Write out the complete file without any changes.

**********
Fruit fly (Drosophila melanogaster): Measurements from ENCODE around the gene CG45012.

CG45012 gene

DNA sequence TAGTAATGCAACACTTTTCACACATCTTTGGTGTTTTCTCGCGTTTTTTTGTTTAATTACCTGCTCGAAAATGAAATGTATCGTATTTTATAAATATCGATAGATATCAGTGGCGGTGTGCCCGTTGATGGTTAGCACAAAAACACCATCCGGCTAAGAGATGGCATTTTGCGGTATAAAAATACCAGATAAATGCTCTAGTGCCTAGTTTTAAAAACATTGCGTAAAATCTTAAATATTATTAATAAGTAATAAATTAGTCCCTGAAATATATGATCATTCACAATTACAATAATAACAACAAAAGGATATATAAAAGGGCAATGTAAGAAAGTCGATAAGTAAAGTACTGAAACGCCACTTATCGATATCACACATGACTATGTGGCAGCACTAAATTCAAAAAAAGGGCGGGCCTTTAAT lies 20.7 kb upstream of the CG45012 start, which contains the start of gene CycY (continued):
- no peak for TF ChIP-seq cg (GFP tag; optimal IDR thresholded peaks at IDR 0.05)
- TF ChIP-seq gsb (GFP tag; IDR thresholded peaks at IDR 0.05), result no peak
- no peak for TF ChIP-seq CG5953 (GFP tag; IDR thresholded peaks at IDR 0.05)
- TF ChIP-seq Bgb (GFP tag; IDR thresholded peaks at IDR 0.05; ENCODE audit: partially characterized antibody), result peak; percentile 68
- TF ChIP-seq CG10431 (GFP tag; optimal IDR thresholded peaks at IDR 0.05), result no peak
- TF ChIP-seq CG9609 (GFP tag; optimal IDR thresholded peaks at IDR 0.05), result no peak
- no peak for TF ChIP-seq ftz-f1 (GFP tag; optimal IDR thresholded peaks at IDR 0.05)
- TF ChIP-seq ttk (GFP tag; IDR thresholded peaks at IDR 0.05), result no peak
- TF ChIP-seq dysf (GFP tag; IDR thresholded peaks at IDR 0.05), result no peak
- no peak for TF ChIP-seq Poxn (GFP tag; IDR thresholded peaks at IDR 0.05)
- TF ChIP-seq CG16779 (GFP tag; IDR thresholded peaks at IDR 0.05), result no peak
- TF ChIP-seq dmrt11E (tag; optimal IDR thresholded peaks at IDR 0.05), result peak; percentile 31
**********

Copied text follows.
Fruit fly (Drosophila melanogaster): Measurements from ENCODE around the gene CG45012.

CG45012 gene

DNA sequence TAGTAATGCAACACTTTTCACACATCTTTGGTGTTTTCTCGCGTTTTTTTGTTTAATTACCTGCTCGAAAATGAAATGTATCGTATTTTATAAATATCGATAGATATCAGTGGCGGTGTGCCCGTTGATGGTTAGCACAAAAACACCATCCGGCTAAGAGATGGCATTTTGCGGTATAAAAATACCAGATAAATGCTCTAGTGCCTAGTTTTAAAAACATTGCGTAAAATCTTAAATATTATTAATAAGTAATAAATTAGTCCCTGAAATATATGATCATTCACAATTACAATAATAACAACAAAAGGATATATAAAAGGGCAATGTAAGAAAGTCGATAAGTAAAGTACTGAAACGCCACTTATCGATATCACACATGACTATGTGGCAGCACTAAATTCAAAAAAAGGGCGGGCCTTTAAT lies 20.7 kb upstream of the CG45012 start, which contains the start of gene CycY (continued):
- no peak for TF ChIP-seq cg (GFP tag; optimal IDR thresholded peaks at IDR 0.05)
- TF ChIP-seq gsb (GFP tag; IDR thresholded peaks at IDR 0.05), result no peak
- no peak for TF ChIP-seq CG5953 (GFP tag; IDR thresholded peaks at IDR 0.05)
- TF ChIP-seq Bgb (GFP tag; IDR thresholded peaks at IDR 0.05; ENCODE audit: partially characterized antibody), result peak; percentile 68
- TF ChIP-seq CG10431 (GFP tag; optimal IDR thresholded peaks at IDR 0.05), result no peak
- TF ChIP-seq CG9609 (GFP tag; optimal IDR thresholded peaks at IDR 0.05), result no peak
- no peak for TF ChIP-seq ftz-f1 (GFP tag; optimal IDR thresholded peaks at IDR 0.05)
- TF ChIP-seq ttk (GFP tag; IDR thresholded peaks at IDR 0.05), result no peak
- TF ChIP-seq dysf (GFP tag; IDR thresholded peaks at IDR 0.05), result no peak
- no peak for TF ChIP-seq Poxn (GFP tag; IDR thresholded peaks at IDR 0.05)
- TF ChIP-seq CG16779 (GFP tag; IDR thresholded peaks at IDR 0.05), result no peak
- TF ChIP-seq dmrt11E (tag; optimal IDR thresholded peaks at IDR 0.05), result peak; percentile 31